One-off Aston Martin Victor has pseudo-retro looks, an 848-hp V12 and a manual transmission

The Victor rides on a One-77 chassis, uses Vulcan components, has a green interior and is just badass overall.

Daniel Golson Former social media editor
3 min read

The one-off Victor is inspired by the '70s Vantage.

Aston Martin

Aston Martin has become known in recent years for releasing a number of low-volume, crazily styled, extremely expensive models, especially through collaborations with Zagato. But today the latest creation from Aston's bespoke Q division came to light, and this one-off might be the craziest car the brand has ever built. (Well, except for the F1-inspired Valkyrie.) Meet the Aston Martin Victor, which made its surprise public debut today at the Hampton Court Palace Concours in the UK. While the owner apparently wants to keep the car -- and their identity -- fairly low-key, Aston has kindly released a bunch of photos and information about this V12-powered bespoke one-off.

The Victor's styling was inspired by the muscle-car-like of the 1970s and '80s -- my personal favorite Aston of all time -- as well as the DBS-based RHAM/1 race car, and I can totally see it. The Victor's brutal, angular look is very different from anything else Aston currently makes, with round headlights, a large open grille and massive front splitter, a lovely greenhouse and rear haunches, and a pert rear end with a giant ducktail spoiler and a big diffuser. It's retro without being cheesy, referential without being heavy-handed, and the Pentland Green paint lends the Victor a bit of classiness. I've gotta say, I'm pretty freakin' obsessed with this thing.

Aston Martin Victor one-off is inspired by the 1970s V8 Vantage

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The inside is a lot less retro, taking most of its cues from the track-only Vulcan and other modern Astons. Nearly all the major surfaces are covered in Forest Green or Conker Brown leather, but the Victor's interior also makes use of walnut wood, cashmere, satin carbon fiber and aluminum and titanium for accents and trim pieces. There's a small central touchscreen, a digital gauge cluster, the race car-derived steering wheel from the Vulcan and almost no other switchgear. Oh yeah, and there's a manual shifter.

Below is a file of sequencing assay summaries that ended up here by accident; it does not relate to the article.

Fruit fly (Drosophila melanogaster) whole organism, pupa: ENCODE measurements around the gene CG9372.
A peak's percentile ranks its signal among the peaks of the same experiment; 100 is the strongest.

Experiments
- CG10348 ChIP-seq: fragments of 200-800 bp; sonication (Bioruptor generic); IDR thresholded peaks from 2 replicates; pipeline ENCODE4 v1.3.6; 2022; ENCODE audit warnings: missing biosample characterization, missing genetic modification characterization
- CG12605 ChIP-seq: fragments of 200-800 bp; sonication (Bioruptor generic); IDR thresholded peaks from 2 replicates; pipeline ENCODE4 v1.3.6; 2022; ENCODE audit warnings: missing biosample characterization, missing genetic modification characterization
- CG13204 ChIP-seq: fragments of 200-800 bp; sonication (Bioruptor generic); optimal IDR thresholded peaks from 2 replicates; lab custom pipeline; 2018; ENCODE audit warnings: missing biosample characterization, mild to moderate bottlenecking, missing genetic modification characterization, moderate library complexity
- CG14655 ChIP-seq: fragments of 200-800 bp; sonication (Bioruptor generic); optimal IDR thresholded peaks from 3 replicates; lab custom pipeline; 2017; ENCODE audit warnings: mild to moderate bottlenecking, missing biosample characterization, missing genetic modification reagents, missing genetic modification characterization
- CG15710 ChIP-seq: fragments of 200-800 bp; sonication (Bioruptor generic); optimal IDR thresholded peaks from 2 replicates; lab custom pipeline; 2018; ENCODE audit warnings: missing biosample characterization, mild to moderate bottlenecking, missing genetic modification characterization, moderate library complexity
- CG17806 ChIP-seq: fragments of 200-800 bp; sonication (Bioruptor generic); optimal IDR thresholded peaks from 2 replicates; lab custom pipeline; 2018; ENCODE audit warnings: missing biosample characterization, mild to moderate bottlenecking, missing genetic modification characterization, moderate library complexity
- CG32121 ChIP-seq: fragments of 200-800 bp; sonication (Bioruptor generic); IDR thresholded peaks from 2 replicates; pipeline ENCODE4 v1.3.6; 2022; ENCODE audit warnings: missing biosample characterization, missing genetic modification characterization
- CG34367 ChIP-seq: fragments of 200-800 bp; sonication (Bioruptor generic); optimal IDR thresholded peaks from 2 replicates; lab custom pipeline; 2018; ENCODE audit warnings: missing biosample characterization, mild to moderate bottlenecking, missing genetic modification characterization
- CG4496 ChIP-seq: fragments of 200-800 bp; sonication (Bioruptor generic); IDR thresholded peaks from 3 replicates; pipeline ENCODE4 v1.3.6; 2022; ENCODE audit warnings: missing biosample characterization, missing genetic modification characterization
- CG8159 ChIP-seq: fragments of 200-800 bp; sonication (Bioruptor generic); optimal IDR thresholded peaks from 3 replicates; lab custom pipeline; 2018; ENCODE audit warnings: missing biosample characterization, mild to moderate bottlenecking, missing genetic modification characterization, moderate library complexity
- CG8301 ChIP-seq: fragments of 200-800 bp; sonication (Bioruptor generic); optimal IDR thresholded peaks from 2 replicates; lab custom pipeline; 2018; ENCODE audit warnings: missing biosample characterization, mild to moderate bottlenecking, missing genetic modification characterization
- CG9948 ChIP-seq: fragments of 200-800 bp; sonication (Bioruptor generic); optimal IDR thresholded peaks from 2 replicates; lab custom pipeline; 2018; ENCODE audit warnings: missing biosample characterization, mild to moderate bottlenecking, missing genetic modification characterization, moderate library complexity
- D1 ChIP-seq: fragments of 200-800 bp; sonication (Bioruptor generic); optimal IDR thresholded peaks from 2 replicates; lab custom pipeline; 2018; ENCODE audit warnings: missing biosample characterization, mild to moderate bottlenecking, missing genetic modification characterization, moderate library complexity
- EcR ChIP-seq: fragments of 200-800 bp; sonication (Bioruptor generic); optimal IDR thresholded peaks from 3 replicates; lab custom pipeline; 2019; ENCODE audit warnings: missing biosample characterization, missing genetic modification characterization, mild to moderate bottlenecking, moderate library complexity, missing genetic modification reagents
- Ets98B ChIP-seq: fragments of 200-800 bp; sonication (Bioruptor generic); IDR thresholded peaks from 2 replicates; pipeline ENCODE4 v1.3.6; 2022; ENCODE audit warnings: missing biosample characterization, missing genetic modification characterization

Yes, you read that right. The Victor has a six-speed manual transmission attached to its engine. The engine in question is pretty damn phenomenal, too. It's the same naturally aspirated 7.3-liter V12 from the excellent One-77, but it's tuned up to produce 848 horsepower and 606 pound-feet of torque, quite a bit more than the One-77's 760 hp and 553 lb.-ft. This makes the Victor even more powerful than the Vulcan as well, and it's the most powerful car Aston has ever produced with a manual transmission. And we're sure the side-exit exhaust makes an absolutely incredible sound.

Aston Martin Victor

How can you argue with a wooden shift knob?

Aston Martin

The Victor also rides on the same carbon-fiber monocoque chassis as the One-77, but with upgraded components and know-how taken from the Vulcan. The Victor's body is also made fully from carbon, and Aston says it weighs less overall than the One-77 did. And in addition to being light and good-looking, the Victor's aerodynamic body provides a lot more downforce than the GT4 race car. The inboard, adjustable suspension was also taken from the Vulcan, and the Victor has massive carbon-ceramic brakes hidden behind the center-lock wheels.

Aston won't say how much the Victor costs, but with the new V12 Speedster costing $950,000 and being a lot more common (relatively) and based on a much more normal model, the Victor has to have set its owner back a few million dollars. As someone that isn't even close to being able to afford the Victor, I can say that it seems to have been worth it. Let's hope the Victor's owner takes it to other car shows and uses the hell out of it so us mere mortals may have a chance to bask in its glory in person.